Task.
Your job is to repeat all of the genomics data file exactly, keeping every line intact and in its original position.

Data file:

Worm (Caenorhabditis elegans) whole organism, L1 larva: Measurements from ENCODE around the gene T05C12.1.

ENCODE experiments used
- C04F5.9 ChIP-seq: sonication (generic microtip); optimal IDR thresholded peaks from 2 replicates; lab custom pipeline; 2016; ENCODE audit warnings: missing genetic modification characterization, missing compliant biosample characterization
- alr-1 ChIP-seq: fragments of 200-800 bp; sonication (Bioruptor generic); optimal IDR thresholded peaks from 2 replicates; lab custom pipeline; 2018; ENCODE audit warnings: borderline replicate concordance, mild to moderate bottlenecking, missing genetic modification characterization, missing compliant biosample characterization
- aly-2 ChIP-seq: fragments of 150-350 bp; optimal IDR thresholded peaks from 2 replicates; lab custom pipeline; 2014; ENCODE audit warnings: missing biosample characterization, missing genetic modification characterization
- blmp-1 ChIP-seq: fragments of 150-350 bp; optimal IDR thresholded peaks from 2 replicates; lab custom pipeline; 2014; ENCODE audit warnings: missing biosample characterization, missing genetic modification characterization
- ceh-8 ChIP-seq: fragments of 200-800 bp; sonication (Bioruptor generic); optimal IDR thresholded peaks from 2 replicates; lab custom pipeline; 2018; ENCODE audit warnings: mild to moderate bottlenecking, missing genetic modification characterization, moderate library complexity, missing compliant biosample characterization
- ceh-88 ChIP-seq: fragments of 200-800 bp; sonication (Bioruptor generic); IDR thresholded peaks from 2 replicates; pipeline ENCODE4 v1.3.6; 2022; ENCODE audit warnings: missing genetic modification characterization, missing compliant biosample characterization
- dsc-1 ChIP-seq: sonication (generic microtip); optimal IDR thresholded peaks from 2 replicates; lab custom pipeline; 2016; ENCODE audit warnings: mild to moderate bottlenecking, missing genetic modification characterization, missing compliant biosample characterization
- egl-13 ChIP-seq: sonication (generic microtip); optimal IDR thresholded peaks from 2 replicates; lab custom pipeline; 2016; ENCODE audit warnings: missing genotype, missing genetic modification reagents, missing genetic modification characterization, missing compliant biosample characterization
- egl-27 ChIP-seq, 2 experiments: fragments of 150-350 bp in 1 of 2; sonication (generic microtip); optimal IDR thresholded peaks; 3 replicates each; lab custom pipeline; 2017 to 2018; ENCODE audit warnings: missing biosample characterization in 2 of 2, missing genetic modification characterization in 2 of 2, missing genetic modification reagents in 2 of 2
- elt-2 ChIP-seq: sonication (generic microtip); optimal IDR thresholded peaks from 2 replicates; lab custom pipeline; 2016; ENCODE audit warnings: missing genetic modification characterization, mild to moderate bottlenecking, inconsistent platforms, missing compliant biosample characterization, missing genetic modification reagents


Worm (Caenorhabditis elegans) whole organism, L1 larva: Measurements from ENCODE around the gene T05C12.1.

ENCODE experiments used
- C04F5.9 ChIP-seq: sonication (generic microtip); optimal IDR thresholded peaks from 2 replicates; lab custom pipeline; 2016; ENCODE audit warnings: missing genetic modification characterization, missing compliant biosample characterization
- alr-1 ChIP-seq: fragments of 200-800 bp; sonication (Bioruptor generic); optimal IDR thresholded peaks from 2 replicates; lab custom pipeline; 2018; ENCODE audit warnings: borderline replicate concordance, mild to moderate bottlenecking, missing genetic modification characterization, missing compliant biosample characterization
- aly-2 ChIP-seq: fragments of 150-350 bp; optimal IDR thresholded peaks from 2 replicates; lab custom pipeline; 2014; ENCODE audit warnings: missing biosample characterization, missing genetic modification characterization
- blmp-1 ChIP-seq: fragments of 150-350 bp; optimal IDR thresholded peaks from 2 replicates; lab custom pipeline; 2014; ENCODE audit warnings: missing biosample characterization, missing genetic modification characterization
- ceh-8 ChIP-seq: fragments of 200-800 bp; sonication (Bioruptor generic); optimal IDR thresholded peaks from 2 replicates; lab custom pipeline; 2018; ENCODE audit warnings: mild to moderate bottlenecking, missing genetic modification characterization, moderate library complexity, missing compliant biosample characterization
- ceh-88 ChIP-seq: fragments of 200-800 bp; sonication (Bioruptor generic); IDR thresholded peaks from 2 replicates; pipeline ENCODE4 v1.3.6; 2022; ENCODE audit warnings: missing genetic modification characterization, missing compliant biosample characterization
- dsc-1 ChIP-seq: sonication (generic microtip); optimal IDR thresholded peaks from 2 replicates; lab custom pipeline; 2016; ENCODE audit warnings: mild to moderate bottlenecking, missing genetic modification characterization, missing compliant biosample characterization
- egl-13 ChIP-seq: sonication (generic microtip); optimal IDR thresholded peaks from 2 replicates; lab custom pipeline; 2016; ENCODE audit warnings: missing genotype, missing genetic modification reagents, missing genetic modification characterization, missing compliant biosample characterization
- egl-27 ChIP-seq, 2 experiments: fragments of 150-350 bp in 1 of 2; sonication (generic microtip); optimal IDR thresholded peaks; 3 replicates each; lab custom pipeline; 2017 to 2018; ENCODE audit warnings: missing biosample characterization in 2 of 2, missing genetic modification characterization in 2 of 2, missing genetic modification reagents in 2 of 2
- elt-2 ChIP-seq: sonication (generic microtip); optimal IDR thresholded peaks from 2 replicates; lab custom pipeline; 2016; ENCODE audit warnings: missing genetic modification characterization, mild to moderate bottlenecking, inconsistent platforms, missing compliant biosample characterization, missing genetic modification reagents